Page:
I don't understand why this matters (especially as you want your hub to be elsewhere). The walled garden does not prevent viewing of local content (photos, videos, ...) over the local network under your control. I used to own a PS3 and while I could use it to surf, I didn't bother (other than the PS Store) because I use my PC, laptop, ... for that. So, I wouldn't care about some CE manufacturer walling up the internet on my Smart TV (as yet unbought).
If your point is that to get a decent TV (picture quality, inputs, net connections, ...) you have to pay extra for all sorts of crap you don't want then you may have a point but where's the evidence that these things are rated as premium features by the marketing men? I have a feeling (not backed up with facts, I grant you) that they are really just shiney things to distract the gullible. The release schedule for TVs is such that the time to wait for rinky-dinky new (and expensive) features to become standard is less than a year
> I have seen stories about GNU/Linux getting on to consumer devices one too many times.
The basic problem that Ubuntu would have as the engine in a TV is its interface. While Unity may (though I'm sticking to Gnome on my 10.04 boxes) be fine for a multi-cored, 2+GHz screamer with several GB of RAM and a graphics card that can run a virtual universe in your office. It's less than useful in a TV where cost, complexity, power, fan noise and board size must be minimised.
The good news is that there are alternatives. Appliances such as The Dreambox run a GUI called Enigma2 that provides pretty much all the functionality and expansion (users can download and install modules on it) necessary to run a TV. While it has a few rough edges which we can forgive due to it's OSS-ness it largely does the job.
If I was Mr. Ubuntu I'd be seriously looking at this sort of front end for a slim format Linux/Ubuntu badged TV that (with the addition of an outboard HDD/SSD) did most of the stuff that all the boxes underneath your home TV did between them, now.
Microsoft is seen following Canonical Execs to meeting with prospective Tablet & Phone makers and reminding them that if the are ever so foolish to agree to this, then the great god from Redmond will expect to be paid its tithes. Say $50 per unit.
Personally, I think that Canonical has missed the boat here. Are they really trying to copy Android? Google will ensure that they fail.
Agreed - it's looking more and more like a big f-up for Canonical lately. If they really aren't expecting tablet Ubuntu until 2014 why has the touch/smallscreen-centric interface been made the default option now? Also re the 2014 earliest tablet date, how do they propose to be relevant when the big boys have had 2-3 years of refining existing products and entrenching themselves in the market?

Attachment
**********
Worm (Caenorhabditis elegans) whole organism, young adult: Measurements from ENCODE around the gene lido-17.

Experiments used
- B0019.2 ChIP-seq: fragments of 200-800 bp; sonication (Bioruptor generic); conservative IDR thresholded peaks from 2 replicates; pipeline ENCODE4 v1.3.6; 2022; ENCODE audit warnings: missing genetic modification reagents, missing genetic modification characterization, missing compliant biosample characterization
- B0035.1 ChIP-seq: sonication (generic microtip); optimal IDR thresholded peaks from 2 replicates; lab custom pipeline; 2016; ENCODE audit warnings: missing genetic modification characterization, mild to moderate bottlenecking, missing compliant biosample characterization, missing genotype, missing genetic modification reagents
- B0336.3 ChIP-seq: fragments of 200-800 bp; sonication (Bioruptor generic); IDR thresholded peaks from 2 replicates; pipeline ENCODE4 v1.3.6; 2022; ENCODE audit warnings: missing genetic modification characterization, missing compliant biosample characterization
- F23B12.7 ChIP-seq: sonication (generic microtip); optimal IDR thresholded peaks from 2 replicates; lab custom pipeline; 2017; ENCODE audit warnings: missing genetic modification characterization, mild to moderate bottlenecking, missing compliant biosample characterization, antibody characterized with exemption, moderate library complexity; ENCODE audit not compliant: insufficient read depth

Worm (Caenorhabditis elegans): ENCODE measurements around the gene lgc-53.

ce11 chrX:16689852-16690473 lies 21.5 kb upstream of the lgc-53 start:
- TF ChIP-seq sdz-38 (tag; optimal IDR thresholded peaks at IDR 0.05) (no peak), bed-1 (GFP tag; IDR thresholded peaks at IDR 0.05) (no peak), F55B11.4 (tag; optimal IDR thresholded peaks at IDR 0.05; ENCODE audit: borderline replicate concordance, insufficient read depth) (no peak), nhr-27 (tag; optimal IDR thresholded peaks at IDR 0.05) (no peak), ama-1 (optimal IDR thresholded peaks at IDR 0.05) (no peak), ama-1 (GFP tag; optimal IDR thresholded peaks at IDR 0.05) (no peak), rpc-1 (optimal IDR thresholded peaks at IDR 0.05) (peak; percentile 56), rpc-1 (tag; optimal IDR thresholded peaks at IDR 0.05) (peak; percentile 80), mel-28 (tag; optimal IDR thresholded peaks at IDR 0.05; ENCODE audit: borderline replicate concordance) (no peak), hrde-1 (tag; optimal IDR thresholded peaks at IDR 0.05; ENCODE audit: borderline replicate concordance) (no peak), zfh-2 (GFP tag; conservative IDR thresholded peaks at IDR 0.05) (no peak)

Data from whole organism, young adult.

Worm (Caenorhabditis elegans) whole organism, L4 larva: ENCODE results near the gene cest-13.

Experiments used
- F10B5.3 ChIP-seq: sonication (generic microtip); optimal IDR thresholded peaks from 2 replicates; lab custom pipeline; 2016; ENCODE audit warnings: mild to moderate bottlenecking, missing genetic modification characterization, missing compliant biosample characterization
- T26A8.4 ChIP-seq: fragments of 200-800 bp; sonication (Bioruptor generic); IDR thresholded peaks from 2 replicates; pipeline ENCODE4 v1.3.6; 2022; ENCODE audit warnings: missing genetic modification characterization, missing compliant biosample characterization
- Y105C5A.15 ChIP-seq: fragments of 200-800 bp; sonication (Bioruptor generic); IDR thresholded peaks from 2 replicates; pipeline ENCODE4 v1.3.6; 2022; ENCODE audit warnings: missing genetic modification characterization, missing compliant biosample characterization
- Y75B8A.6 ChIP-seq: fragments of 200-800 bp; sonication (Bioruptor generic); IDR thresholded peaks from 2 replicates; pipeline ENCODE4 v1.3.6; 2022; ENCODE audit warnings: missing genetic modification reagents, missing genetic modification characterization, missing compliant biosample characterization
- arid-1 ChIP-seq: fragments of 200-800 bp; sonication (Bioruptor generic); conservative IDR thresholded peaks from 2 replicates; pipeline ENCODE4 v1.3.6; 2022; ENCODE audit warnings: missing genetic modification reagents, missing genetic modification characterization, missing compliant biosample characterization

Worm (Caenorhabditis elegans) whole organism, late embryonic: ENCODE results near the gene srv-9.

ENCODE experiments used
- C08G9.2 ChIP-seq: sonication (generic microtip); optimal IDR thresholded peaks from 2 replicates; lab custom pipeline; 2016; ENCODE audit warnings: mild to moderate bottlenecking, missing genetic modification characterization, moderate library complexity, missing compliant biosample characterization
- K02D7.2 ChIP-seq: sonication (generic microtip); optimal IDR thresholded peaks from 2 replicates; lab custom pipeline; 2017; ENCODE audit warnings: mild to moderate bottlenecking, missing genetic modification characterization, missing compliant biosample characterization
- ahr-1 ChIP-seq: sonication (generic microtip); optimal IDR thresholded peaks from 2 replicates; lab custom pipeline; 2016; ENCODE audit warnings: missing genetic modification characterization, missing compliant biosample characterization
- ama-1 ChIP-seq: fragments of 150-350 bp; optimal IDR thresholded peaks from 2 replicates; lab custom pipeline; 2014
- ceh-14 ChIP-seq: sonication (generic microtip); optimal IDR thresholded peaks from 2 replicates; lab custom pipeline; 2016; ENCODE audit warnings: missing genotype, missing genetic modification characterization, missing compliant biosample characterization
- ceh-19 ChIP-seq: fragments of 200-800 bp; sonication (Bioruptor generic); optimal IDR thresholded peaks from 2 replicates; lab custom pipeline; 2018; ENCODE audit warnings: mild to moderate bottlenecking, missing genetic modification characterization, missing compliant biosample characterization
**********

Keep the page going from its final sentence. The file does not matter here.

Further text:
Because I like to see/select the running tasks without alt-tabbing duplo blocks.
Because the thing on the left is just annoying and uninformative.
Because of the extra clicks to find what's installed in logical order, as per the Applications menu.
Because I want my menu with the app I'm using at the bottom of the screen, not at the top.
Because tearing my skin off in strips to whip myself with til I bleed is a more pleasant experience.
Will that suffice for now?
... Unity and an Applications menu.
Using a wide-screen laptop, I appreciate the extra vertical space provided by moving everything into one status / menu bar - even if it takes a bit of getting used to, but agree that searching for applications is counter intuitive after 20-odd years of using an application menu of some sort.
...it's also stupid.
Once you know where something is in a menu, there it is. Two or three mouse-clicks and it's open.
But searching needs at least three or four keys on the keyboard.
Menus lasted a long time, because they work well.
(And don't get me started on those ridiculous vanishing scroll-bars...)
I don't understand the fuss. I run several versions of Ubuntu on different machines, as well as Fedora, but having given it a chance, I now prefer Unity over Gnome. But I also don't understand all the hissy fits from people who don't like it. You just install Gnome from the software centre, and you're back to how it used to be. No need to go looking for other distributions. Choice, it's what free software is about.